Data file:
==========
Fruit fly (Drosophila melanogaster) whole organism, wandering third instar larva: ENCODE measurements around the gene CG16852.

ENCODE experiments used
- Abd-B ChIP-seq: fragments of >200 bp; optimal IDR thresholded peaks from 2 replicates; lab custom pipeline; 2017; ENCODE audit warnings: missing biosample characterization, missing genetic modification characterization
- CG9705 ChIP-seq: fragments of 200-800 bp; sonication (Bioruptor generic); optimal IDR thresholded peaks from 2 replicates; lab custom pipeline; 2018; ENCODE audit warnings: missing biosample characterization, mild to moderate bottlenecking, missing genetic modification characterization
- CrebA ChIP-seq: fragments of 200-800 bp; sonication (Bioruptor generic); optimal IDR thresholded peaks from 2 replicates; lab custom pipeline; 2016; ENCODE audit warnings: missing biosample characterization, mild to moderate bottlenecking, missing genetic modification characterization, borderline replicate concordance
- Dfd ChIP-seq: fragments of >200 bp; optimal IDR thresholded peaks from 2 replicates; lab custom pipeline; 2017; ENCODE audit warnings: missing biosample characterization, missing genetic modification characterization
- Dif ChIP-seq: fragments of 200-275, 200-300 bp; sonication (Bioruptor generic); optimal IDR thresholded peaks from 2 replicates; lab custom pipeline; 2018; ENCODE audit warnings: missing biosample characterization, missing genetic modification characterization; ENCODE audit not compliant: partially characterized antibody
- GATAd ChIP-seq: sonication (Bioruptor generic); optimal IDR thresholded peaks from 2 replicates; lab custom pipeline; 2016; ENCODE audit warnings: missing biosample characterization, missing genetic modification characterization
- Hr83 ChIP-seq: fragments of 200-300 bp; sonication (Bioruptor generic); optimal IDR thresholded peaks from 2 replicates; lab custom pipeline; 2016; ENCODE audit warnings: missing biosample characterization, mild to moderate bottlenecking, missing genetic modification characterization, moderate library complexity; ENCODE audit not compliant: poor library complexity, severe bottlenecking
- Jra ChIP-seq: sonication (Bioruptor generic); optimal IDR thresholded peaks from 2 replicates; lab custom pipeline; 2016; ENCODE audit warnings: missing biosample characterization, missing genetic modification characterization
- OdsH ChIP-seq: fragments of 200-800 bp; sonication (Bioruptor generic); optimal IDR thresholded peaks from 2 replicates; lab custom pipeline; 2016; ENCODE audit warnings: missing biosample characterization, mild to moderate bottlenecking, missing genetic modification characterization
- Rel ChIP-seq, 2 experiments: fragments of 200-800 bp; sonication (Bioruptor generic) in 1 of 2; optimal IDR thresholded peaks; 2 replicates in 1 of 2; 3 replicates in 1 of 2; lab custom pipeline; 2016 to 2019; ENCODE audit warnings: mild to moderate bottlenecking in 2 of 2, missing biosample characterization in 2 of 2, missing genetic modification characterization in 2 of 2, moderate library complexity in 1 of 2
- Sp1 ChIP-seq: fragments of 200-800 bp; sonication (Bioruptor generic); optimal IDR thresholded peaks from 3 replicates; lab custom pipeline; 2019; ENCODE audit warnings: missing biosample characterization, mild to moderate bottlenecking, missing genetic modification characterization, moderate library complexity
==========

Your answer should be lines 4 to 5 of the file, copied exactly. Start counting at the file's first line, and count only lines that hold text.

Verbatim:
- CG9705 ChIP-seq: fragments of 200-800 bp; sonication (Bioruptor generic); optimal IDR thresholded peaks from 2 replicates; lab custom pipeline; 2018; ENCODE audit warnings: missing biosample characterization, mild to moderate bottlenecking, missing genetic modification characterization
- CrebA ChIP-seq: fragments of 200-800 bp; sonication (Bioruptor generic); optimal IDR thresholded peaks from 2 replicates; lab custom pipeline; 2016; ENCODE audit warnings: missing biosample characterization, mild to moderate bottlenecking, missing genetic modification characterization, borderline replicate concordance